This post is the second in a series looking at the business of theme design using WordPress based on a discussion that Automattic lead Matt Mullenweg gave on a recent episode of WordPress Weekly surrounding the topic. I would recommend reading the first article, Premium or Proprietary? to gain more context to the conversation.
I first heard about the WordPress theme repository submission guideline changes through a post on the topic at XFEP.com in which David Peralty pontificates that:
Matt blames theme creators for not thinking creatively when it comes to building a business around theme development, but if he keeps cutting off their arms when they try to find ways to build a business, eventually, they will give up and move on to something that gives them a better return on investment regarding their time.
As I summarized in my last post, the actions Matt has taken only affect the WordPress.org site – one destination amongst the vastness of the Internet. The actions are based on their open source roots and approach to the GPL which it is licensed under. Giving away free themes that are primarily created to be an upsell engagement is completely fine, but it won’t be something that gets promoted on WordPress.org. In the same way that they won’t support those businesses / business models which prevent you from redistributing or using their product on multiple sites.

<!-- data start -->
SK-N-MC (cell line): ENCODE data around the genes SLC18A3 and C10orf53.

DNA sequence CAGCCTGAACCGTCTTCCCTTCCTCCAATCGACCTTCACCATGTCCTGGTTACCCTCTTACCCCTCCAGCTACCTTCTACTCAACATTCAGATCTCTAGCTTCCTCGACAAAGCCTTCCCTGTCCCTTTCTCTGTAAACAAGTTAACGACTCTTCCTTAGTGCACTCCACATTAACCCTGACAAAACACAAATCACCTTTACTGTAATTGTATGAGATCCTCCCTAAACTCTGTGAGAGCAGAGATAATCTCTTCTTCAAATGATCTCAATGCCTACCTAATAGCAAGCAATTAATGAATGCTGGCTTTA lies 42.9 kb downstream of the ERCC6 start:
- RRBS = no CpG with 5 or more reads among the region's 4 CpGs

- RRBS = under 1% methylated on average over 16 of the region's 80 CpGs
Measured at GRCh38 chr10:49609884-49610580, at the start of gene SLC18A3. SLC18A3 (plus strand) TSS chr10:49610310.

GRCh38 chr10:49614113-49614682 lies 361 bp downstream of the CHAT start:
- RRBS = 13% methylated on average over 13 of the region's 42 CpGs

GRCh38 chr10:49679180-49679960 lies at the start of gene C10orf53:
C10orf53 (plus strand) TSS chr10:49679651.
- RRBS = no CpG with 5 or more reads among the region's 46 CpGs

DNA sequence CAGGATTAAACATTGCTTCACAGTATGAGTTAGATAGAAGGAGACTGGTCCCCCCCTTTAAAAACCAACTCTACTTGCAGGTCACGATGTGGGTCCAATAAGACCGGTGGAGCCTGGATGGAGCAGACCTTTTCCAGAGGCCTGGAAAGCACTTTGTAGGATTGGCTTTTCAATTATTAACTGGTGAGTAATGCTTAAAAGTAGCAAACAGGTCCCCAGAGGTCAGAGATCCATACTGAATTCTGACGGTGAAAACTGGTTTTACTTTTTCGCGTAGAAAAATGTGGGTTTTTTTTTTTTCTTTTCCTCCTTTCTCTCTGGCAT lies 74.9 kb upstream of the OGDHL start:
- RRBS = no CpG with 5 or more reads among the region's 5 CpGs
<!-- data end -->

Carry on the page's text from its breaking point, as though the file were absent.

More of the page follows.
WordPress is something that is going to be around for decades – 5, 10, 20 years from now. So the decisions that we make now are going to influence which direction it goes. You can look to other open source projects to how this happens. What is going to keep WordPress from becoming a post-nuke, or even like a Joomla? Where you go to it and it seems like most of the stuff is paid and there aren’t that many free resources. Ultimately this is going to hurt the viability of the underlying platform. I think it’s really a commitment to what got us to where we are today…..I think that would ultimately kill the project. We need to be true to what got us to this point in order to stay around and stay relevant.
The business of open source
So really, theme developers need only ask themselves whether they believe in open source and wish to support and benefit from it or work with a closed source / proprietary operation. Matt touched on this during the WordPress Weekly discussion in context of proprietary themes with Joomla, “Joomla has said anything goes and it seems to be the situation that premium themes are really crowding out the free resources. Which kind of makes sense if you align the economic incentives where you’re actually disincentivizing anyone to make open source stuff, eventually what’s going to happen is over-time the community will be more and more commercial.”
Over the long-term proprietary business models that seek to create demand by exclusivity are doomed to failure when competing against the shared resource model of open source. If you look at the largest and most influential software companies of the world you see integration with open source on some level. Early adopters like Unix and IBM gave heaps of foundation code to Linux and Eclipse respectively. Other companies have seen this shift and are adapting their existing business models to the new reality. Adobe has released parts or all of their development frameworks to the community, although I don’t see them doing this for Photoshop to Gimp any time soon. Even Microsoft is slowly shifting towards a software-as-a-service business model which can contribute and benefit from open source. They all realize that with the development technologies available to the world today, anyone can build a competitive product that offers 80 – 90% of the functionality. Each in their own way have wisely chosen to be a part of the solution rather than a competitor.